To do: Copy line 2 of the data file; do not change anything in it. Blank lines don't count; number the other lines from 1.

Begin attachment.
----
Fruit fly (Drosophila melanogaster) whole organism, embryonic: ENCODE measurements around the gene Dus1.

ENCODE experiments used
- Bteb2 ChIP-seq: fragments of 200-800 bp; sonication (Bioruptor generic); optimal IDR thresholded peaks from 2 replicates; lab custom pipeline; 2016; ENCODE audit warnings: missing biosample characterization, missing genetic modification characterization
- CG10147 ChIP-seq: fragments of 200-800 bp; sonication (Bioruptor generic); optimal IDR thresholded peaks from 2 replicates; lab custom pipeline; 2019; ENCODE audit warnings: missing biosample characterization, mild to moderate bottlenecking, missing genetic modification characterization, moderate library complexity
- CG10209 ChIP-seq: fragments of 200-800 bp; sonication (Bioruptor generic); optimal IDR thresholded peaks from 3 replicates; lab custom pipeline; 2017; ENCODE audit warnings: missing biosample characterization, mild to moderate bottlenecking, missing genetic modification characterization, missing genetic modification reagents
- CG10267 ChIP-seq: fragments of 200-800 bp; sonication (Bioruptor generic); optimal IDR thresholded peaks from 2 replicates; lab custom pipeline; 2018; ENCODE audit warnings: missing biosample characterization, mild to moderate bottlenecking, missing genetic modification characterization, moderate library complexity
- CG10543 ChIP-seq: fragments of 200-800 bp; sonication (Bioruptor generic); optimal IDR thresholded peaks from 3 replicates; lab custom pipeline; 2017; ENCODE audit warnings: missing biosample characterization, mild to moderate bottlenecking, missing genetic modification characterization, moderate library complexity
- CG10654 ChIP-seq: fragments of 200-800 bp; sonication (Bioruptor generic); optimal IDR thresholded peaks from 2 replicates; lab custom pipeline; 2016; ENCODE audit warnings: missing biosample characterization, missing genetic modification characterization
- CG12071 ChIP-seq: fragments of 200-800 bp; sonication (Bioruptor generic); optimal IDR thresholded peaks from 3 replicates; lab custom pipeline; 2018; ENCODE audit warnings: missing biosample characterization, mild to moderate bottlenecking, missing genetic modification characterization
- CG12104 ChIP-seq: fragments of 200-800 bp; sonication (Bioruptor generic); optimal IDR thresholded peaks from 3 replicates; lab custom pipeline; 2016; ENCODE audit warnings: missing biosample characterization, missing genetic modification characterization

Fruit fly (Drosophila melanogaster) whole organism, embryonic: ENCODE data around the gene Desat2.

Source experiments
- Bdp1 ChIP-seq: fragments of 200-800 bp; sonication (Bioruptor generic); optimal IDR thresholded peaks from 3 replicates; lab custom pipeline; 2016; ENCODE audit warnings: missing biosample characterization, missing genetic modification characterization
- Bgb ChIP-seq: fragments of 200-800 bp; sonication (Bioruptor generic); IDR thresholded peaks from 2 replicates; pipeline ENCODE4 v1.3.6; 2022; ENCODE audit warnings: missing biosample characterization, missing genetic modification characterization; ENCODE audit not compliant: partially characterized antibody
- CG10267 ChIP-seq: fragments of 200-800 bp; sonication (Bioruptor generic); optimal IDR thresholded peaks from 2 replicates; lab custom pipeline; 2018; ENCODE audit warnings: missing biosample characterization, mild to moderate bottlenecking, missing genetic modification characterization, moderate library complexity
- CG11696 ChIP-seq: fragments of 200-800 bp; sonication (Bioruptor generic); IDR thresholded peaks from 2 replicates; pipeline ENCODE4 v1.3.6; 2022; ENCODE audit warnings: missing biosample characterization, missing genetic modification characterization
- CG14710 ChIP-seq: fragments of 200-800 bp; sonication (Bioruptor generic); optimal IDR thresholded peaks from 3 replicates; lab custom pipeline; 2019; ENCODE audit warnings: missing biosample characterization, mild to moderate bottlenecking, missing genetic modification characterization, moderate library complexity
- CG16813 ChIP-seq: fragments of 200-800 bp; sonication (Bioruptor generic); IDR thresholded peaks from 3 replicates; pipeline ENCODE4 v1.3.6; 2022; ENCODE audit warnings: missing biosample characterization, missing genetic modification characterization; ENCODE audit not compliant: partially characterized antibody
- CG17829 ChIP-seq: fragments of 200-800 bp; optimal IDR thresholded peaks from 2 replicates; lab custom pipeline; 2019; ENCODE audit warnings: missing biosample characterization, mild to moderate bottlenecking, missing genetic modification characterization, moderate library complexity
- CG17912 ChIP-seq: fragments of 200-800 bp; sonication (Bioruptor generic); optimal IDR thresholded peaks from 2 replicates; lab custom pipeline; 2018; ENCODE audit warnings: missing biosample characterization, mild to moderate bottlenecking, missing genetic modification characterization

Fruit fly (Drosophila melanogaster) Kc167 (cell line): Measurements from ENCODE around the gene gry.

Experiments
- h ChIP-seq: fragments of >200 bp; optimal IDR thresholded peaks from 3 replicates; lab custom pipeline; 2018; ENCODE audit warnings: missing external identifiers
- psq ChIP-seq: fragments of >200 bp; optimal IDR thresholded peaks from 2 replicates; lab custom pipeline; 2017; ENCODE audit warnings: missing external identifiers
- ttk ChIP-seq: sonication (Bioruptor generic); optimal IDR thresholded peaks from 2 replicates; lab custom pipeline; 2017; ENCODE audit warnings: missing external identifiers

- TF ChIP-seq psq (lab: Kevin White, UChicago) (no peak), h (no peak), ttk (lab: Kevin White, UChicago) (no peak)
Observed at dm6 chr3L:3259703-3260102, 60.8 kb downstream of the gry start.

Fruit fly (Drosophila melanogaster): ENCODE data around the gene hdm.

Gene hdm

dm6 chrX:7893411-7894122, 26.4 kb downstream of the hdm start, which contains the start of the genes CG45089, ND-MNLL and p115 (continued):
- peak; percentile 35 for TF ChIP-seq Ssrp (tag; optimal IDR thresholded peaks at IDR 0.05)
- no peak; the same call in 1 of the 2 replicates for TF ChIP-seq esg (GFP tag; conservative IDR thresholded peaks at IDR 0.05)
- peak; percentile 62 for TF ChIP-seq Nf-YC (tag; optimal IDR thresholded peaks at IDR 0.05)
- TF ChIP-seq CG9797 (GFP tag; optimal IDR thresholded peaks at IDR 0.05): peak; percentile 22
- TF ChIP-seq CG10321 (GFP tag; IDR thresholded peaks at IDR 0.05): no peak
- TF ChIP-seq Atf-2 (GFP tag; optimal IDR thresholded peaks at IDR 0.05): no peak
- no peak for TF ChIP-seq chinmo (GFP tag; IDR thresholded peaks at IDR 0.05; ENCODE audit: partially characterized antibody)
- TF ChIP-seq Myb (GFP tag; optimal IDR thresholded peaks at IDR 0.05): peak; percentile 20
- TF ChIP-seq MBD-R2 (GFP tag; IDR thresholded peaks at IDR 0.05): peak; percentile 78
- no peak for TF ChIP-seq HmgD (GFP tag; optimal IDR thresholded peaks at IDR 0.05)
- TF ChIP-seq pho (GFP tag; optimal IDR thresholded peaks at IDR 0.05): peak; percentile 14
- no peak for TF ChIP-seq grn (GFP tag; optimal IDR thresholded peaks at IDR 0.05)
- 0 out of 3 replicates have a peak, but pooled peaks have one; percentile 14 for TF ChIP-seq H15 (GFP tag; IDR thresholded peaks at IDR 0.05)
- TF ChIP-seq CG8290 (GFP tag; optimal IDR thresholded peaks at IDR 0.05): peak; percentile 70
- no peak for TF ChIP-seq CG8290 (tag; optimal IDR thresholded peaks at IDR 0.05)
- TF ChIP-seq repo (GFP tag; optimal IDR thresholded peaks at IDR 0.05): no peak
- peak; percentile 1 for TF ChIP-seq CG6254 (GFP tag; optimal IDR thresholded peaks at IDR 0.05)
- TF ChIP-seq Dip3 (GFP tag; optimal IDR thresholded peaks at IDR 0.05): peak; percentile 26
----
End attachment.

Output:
ENCODE experiments used